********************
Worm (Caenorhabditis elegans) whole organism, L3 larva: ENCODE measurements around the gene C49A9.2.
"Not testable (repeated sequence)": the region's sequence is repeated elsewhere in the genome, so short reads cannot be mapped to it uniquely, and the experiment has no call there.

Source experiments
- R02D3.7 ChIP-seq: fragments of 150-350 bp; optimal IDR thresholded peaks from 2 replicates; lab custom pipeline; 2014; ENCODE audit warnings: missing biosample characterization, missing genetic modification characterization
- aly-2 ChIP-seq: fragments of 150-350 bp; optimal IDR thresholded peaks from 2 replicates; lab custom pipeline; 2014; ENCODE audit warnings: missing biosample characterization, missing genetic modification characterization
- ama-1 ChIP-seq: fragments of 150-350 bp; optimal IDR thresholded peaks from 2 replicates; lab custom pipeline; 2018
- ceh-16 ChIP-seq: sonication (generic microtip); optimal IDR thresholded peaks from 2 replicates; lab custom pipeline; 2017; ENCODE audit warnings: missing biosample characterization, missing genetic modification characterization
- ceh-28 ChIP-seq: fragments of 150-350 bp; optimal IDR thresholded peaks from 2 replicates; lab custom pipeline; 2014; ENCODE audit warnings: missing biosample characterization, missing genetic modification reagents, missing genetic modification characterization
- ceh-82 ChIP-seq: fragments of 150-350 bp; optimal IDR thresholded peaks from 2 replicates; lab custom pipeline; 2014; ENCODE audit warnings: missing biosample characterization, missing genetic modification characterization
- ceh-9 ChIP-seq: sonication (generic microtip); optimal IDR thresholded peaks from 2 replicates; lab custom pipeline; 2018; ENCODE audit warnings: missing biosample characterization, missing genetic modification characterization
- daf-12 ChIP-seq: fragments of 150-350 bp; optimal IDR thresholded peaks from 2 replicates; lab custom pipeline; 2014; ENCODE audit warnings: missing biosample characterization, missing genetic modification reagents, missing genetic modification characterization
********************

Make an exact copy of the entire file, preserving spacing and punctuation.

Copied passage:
Worm (Caenorhabditis elegans) whole organism, L3 larva: ENCODE measurements around the gene C49A9.2.
"Not testable (repeated sequence)": the region's sequence is repeated elsewhere in the genome, so short reads cannot be mapped to it uniquely, and the experiment has no call there.

Source experiments
- R02D3.7 ChIP-seq: fragments of 150-350 bp; optimal IDR thresholded peaks from 2 replicates; lab custom pipeline; 2014; ENCODE audit warnings: missing biosample characterization, missing genetic modification characterization
- aly-2 ChIP-seq: fragments of 150-350 bp; optimal IDR thresholded peaks from 2 replicates; lab custom pipeline; 2014; ENCODE audit warnings: missing biosample characterization, missing genetic modification characterization
- ama-1 ChIP-seq: fragments of 150-350 bp; optimal IDR thresholded peaks from 2 replicates; lab custom pipeline; 2018
- ceh-16 ChIP-seq: sonication (generic microtip); optimal IDR thresholded peaks from 2 replicates; lab custom pipeline; 2017; ENCODE audit warnings: missing biosample characterization, missing genetic modification characterization
- ceh-28 ChIP-seq: fragments of 150-350 bp; optimal IDR thresholded peaks from 2 replicates; lab custom pipeline; 2014; ENCODE audit warnings: missing biosample characterization, missing genetic modification reagents, missing genetic modification characterization
- ceh-82 ChIP-seq: fragments of 150-350 bp; optimal IDR thresholded peaks from 2 replicates; lab custom pipeline; 2014; ENCODE audit warnings: missing biosample characterization, missing genetic modification characterization
- ceh-9 ChIP-seq: sonication (generic microtip); optimal IDR thresholded peaks from 2 replicates; lab custom pipeline; 2018; ENCODE audit warnings: missing biosample characterization, missing genetic modification characterization
- daf-12 ChIP-seq: fragments of 150-350 bp; optimal IDR thresholded peaks from 2 replicates; lab custom pipeline; 2014; ENCODE audit warnings: missing biosample characterization, missing genetic modification reagents, missing genetic modification characterization